Up until then, I had been using the Canon 6D Mark II which makes a tremendous noise when the mirror moves up to expose the sensor. I was worried that I would disturb everyone and switched to the comparatively silent Fuji XT2 with the 18-55mm zoom lens, which is a 24-70mm full-frame equivalent, so a good all-rounder for reportage. During the second half, I could be seen trying to move silently the way Corporal McCune taught me to so as not to disturb my fellow concertgoers.

The second half started with the horn and trombone playing a one thousand-year-old tune for the Easter celebration. Unfortunately, the audience hadn’t cottoned on to the fact that the second half had just started and some were still talking! As soon as the other musicians appear and Hervé started introducing the next piece, they seemed to get the message and promptly shut up! They lead us through time through the Baroque, the Classical, and the Romantic periods. They ended up with Aaron Copland, and music from Grover’s Corner, whoever Grover was. I suspect it wasn’t the same Grover that lives on Sesame Street…

After the concert, we did the official group photo, and eventually said good night and see back at Hervé’s house. It was midnight, much cooler, windy, and felt as if a storm was on the way. Jérôme fell asleep in the back, and Hervé and I just chilled, talking about this very blog and photography, especially the differences between being a good amateur photographer, and a professional photographer and how the two are completely different, in the same way, that I quickly realised when doing my music studies here in France. You have to produce consistently good results, and the pressure is on. They were already doing the concert debrief about everything that went wrong. I tried to reassure them that it wasn’t a competition and that as an audience member, I had a great time. Basically, the same things that I had been taught by Jérôme. If the audience is happy, then the audience is happy.

On the way home, we saw the sky fill up with lightning and thunder. It felt magical, and also the temperature had halved. It was a mere 22°C. It felt wonderful. We got home first and had a beer whilst waiting for the others to arrive. The others arrived and there was still some English beer for them, and some homemade beer too. It received the seal of approval from everyone present. We ended saying what went wrong with the concert and how it was a learning experience. I still thought it was brilliant. So there!!

All I have to do is the photo editing…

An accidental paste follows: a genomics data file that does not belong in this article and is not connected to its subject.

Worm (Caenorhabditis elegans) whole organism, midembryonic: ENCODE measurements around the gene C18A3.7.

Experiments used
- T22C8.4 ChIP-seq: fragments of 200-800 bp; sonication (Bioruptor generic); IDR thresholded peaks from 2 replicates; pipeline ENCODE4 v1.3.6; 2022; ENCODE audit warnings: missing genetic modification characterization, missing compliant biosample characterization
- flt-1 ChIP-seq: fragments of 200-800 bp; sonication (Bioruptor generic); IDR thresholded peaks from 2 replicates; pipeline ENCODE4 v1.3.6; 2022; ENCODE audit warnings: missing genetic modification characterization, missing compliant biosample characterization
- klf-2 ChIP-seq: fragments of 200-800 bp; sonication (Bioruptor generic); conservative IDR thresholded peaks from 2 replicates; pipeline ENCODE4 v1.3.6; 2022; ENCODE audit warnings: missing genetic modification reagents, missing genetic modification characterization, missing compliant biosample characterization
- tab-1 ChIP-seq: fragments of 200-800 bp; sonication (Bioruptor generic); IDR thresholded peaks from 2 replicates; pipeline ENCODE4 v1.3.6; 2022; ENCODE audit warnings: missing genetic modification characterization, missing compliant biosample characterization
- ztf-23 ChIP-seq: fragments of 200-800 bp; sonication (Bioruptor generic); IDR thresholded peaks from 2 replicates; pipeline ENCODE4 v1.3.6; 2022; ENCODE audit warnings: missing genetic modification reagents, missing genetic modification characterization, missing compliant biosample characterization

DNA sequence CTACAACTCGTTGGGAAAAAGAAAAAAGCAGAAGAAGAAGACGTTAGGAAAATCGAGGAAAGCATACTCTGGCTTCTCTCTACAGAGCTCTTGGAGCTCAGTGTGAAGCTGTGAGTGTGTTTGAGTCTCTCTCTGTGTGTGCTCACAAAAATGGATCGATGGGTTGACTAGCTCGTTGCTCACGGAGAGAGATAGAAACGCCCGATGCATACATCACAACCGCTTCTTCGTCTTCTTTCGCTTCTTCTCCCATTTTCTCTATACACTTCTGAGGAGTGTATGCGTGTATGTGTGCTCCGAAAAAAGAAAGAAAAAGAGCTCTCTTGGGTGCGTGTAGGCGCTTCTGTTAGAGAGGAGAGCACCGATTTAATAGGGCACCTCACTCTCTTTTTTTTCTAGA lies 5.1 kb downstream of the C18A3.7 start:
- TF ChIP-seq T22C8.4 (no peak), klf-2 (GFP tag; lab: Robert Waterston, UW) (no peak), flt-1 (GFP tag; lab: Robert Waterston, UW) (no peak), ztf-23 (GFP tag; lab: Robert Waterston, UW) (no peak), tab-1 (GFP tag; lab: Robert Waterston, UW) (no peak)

Le Concert

As I said a couple of articles ago, for my many sins, I am a musician.  In 15 minutes I will be on stage playing in a concert.   It’s almost an other-worldly experience.  Random thoughts wondering through my mind.  I know I turned off the iron, because I did my ironing yesterday.  But on the 45 drive minute drive to the theatre I was just taking in the landscape and the colours of Autumn, telling myself that “that” would make a nice photo. Capturing the autmnal colours of the trees, seeing those that were in all their warm coloured glory.  Wondering if I should use a 50 or the 16-35mm zoom.  Well in that very instant the answer wasn’t a problem.  I was driving and not taking photos.  Michael Ball was on Radio 2 talking about Children in Need and giving praise to those fund raisers that keep the UK going.  I was there and yet so far away in my mind. 

I was sat down on stage at the correct time, secretly hating all those who were there before me making me seem late. 8 minutes to show time.  Thoughts in my mind telling not to screw up such amd such a passage.  And thinking that in Mars I start the concert with a bass horn solo.  So no pressure then.  Once it’s  over I’ll be in the action and not thinking anymore.  Looking forward to the horn section solo in Jupiter.  No need to play too loud, but on the contrary, just be present with a large sound and enjoy the shit out of it!

Time to go and I’ll  finish after the concert or maybe at half time.  I don’t  know yet…  You’ll just have to see.  It’ll be a surprise. 

Well that could have been worse.    I mean it wasn’t disastrous, but little details could have made it better.  Lack of concentration maybe.  It’s  a long hard slog after all. 

I’m not saying that I feel like death, but….  I tried to die quietly which is all anyone can ask of you.  The cold seems to have to descended onto my chest, so thankfully no sneezes but quite a few coughs.  Each one on a down beat of course…

Next up is the de Meij Symphony.  Let’s  hope we give proper tribute to the composer that introduced us to the inner workings of his composition.  After that home time, and if I have the energy I might develop some film.   I have a backlog of films to get through. Just arrived in the car and the choise seems to be pub, or home…. Decisions, decisions

It ended up being home. See you next time for an other enthralling episode…..

Marianne en Concert

I have a friend who sings, and who really sings well. She plays the guitar too. She also happens to be Australian but we won’t hold that against her! Tonight is her first concert in the pub where she works.

She’s a nervous as heck, but the first song went off really well, and she’ll be fine.

As a musician myself I know what she’s going through. But the thing about being a musician is that you are in your concerts, but you don’t go to many as a spectator. I really should go more often.

Song three, and she’s getting into it. She even smiled. The strange thing isn’t the music, but seeing her going through what I go through every time I gone on stage. Each piece being like a musical journey that I go through.

People applaud and they’re really into her. Friends are watching her and egging her on. Her workmates are there too. She’s surrounded by friendly faces.

Beers are flowing and my pint is slowing evaporating. She’s finished her fast half and is looking relieved. She rocked it. As she works here she knows everyone and everyone knows her. I’m well impressed anyway.

People are coming and going but I’m just happy to see her giving it her all. People are coming up to her, giving her the bise, and saying how wonderful she is. Which is of course an understatement. I’m definitely a fan!

I actually got to the end of this article without talking about cake. Could this be a sign?

Shhhh, the second half is about to start!